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If Google Street View is available, the image is from the best available vantage point looking, if possible, towards the location of the monument. Where it is not available, the satellite view is shown instead.
Latitude: 51.5837 / 51°35'1"N
Longitude: -3.6788 / 3°40'43"W
OS Eastings: 283778
OS Northings: 188536
OS Grid: SS837885
Mapcode National: GBR H8.CFC9
Mapcode Global: VH5H3.6G09
Entry Name: Y Bwlwarcau
Source ID: 4353
Cadw Legacy ID: GM059
Schedule Class: Defence
County: Bridgend (Pen-y-bont ar Ogwr)
Traditional County: Glamorgan
The monument comprises the remains of a hillfort probably dating to the Iron Age (800 BC – AD 74). Located on the eastern facing slope of Mynydd Margam, this is one of the largest and best preserved forts in the area of a type which appears to have been primarily pastoral. Its hill-slope position and small central enclosure with widely spaced banks outside are best explained by a stock-raising function rather than the defence of a territory. Y Bwlwarcau is complex. On the ground its layout is rather difficult to comprehend, so large is the area, and so many are its low banks. This complexity may be the result of several phases of development.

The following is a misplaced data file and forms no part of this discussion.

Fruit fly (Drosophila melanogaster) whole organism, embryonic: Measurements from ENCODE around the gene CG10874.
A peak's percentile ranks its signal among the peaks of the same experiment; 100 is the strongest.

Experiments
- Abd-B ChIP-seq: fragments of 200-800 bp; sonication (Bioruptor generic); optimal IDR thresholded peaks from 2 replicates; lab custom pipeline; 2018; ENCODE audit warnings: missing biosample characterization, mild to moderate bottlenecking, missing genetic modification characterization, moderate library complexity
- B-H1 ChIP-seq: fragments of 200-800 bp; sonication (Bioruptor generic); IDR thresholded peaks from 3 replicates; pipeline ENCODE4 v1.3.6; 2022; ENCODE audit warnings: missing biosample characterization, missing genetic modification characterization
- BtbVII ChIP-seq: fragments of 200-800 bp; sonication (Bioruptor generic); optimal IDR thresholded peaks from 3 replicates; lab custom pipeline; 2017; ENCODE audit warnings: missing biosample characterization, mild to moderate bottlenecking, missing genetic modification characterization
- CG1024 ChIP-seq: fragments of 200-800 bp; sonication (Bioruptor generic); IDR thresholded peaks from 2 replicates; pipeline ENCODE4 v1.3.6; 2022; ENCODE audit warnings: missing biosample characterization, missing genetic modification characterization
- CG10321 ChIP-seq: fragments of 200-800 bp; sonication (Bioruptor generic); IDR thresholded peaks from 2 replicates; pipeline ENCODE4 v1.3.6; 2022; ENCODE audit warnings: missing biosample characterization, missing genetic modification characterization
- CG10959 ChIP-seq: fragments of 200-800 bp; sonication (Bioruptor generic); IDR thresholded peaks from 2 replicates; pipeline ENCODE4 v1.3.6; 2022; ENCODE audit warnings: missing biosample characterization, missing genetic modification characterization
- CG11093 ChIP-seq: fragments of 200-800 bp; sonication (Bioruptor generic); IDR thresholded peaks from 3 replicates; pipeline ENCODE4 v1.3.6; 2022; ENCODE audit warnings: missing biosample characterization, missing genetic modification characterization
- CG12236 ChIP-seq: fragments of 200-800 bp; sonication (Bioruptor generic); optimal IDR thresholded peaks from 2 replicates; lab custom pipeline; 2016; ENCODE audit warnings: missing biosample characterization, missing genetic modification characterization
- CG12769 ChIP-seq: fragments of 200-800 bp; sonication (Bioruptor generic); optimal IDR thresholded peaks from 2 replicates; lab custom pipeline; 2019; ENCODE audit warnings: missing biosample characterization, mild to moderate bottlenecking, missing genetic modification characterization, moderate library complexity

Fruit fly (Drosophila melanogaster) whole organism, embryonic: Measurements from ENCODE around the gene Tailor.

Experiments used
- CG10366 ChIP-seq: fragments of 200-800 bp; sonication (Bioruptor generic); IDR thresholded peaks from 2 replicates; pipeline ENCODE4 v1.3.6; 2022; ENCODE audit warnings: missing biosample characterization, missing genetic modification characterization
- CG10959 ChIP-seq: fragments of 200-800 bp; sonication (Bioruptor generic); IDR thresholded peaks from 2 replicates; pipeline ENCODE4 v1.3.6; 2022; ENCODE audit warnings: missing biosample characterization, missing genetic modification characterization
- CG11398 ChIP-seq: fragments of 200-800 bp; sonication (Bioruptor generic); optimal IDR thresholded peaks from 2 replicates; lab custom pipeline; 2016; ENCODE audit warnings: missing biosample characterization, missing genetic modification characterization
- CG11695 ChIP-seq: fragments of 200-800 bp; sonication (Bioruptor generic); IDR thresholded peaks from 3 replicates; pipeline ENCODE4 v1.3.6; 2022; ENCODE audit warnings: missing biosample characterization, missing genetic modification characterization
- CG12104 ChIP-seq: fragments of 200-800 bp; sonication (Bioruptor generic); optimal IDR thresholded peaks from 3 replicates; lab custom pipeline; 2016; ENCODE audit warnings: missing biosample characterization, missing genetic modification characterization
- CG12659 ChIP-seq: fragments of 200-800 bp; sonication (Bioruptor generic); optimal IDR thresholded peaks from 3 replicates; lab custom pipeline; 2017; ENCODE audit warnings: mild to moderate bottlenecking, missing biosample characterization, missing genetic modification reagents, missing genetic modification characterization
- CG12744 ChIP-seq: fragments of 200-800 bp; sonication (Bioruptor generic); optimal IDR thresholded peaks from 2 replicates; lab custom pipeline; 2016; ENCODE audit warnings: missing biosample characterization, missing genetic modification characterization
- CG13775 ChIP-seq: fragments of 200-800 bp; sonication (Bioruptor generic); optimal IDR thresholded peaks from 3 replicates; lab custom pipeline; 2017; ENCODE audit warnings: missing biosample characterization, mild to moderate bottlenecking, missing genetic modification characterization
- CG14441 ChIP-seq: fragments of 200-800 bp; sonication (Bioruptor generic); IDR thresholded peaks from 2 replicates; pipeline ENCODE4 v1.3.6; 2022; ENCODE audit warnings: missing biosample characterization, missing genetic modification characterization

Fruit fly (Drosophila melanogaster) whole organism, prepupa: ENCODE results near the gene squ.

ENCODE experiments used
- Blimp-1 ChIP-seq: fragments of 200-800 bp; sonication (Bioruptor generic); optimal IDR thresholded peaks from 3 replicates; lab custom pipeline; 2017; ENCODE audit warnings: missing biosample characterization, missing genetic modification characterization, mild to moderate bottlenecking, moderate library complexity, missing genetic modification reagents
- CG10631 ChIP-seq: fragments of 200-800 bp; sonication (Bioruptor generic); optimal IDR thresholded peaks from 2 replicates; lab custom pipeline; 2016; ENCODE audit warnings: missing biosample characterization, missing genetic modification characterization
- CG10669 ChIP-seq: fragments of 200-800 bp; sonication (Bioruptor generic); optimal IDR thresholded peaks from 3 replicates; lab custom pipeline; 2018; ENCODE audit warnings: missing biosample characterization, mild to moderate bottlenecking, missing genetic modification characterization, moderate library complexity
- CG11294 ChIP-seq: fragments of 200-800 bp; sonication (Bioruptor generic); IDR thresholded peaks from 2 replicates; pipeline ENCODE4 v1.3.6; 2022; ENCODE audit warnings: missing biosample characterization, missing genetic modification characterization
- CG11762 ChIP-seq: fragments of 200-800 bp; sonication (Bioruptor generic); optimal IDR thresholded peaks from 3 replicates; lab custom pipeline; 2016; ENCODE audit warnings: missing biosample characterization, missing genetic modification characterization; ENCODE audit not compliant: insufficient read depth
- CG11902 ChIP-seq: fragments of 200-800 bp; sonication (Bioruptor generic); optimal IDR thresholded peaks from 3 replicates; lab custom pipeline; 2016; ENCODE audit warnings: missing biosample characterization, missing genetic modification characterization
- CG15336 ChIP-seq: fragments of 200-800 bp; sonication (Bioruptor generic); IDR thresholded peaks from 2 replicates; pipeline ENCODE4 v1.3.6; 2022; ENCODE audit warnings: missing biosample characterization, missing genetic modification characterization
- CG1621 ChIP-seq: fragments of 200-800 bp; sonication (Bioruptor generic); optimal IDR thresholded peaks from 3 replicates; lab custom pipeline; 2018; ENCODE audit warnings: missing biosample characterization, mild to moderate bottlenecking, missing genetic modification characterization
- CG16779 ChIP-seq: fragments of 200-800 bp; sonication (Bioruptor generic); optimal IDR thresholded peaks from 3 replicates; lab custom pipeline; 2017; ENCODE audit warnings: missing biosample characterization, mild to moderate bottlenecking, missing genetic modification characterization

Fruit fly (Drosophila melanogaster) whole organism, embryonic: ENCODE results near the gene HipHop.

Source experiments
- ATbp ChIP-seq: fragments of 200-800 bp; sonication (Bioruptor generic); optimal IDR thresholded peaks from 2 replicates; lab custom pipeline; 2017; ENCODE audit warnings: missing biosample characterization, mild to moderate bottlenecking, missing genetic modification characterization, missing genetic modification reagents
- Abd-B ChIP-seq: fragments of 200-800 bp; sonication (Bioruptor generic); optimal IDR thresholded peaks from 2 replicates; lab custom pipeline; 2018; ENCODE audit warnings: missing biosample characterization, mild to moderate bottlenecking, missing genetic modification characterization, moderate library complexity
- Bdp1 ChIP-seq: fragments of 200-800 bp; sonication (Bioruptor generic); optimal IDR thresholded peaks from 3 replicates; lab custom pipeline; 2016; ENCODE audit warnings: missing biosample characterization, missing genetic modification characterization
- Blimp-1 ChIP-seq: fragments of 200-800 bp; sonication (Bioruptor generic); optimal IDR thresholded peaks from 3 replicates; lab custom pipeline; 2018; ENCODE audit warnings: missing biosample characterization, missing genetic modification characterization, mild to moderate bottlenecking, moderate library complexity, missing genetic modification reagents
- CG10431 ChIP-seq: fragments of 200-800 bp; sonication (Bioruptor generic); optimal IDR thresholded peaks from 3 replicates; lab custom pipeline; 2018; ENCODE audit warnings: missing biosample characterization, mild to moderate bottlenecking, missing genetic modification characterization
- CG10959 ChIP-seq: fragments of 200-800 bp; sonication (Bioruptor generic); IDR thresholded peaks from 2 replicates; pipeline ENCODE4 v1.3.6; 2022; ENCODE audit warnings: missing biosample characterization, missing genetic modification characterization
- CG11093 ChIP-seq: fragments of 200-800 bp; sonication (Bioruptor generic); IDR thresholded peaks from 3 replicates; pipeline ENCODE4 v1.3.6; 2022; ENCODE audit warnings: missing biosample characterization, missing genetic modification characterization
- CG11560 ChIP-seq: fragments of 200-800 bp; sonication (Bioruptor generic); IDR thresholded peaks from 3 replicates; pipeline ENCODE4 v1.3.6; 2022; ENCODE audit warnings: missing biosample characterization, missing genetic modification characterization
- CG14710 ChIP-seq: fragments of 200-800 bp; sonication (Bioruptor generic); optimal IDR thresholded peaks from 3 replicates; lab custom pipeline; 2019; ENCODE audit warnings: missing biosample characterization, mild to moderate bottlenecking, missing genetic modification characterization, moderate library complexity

In the centre is a small, roughly pentagonal area enclosed by a bank and an impressive steep-sided ditch up to 2m deep. This was presumably the living quarters of the fort’s occupants. The main entrance is a simple gap on the east side. Outside the ditch is an outer bank, ditch and low counterscarp bank which may be earlier than the inner ones. Outside the central enclosure a much larger area is surrounded by two and in places three or more less concentric small banks and ditches. These converge on the north-west side, where an old trackway enters the area through a simple gap which may be an original entrance. Along the north side, at the top of a steep valley, the multiple banks give way to a single scarp, ditch and counterscarp bank. Cultivation and field boundaries have obscured some of the outer banks on the east side, but an entrance gap is still visible in the middle, with a hollow causeway running from it to the entrance to the inner enclosure. In the south-east corner is a rectangular enclosure, surrounded on the north, south and west by a shallow ditch and discontinuous inner and outer low banks.
The monument is of national importance for its potential to enhance our knowledge of late prehistoric defensive organisation. The monument forms an important element within the wider Iron Age context and may be expected to contain archaeological information in regard to elements such as chronology, building techniques and social organisation.
The scheduled area comprises the remains described and areas around them within which related evidence may be expected to survive.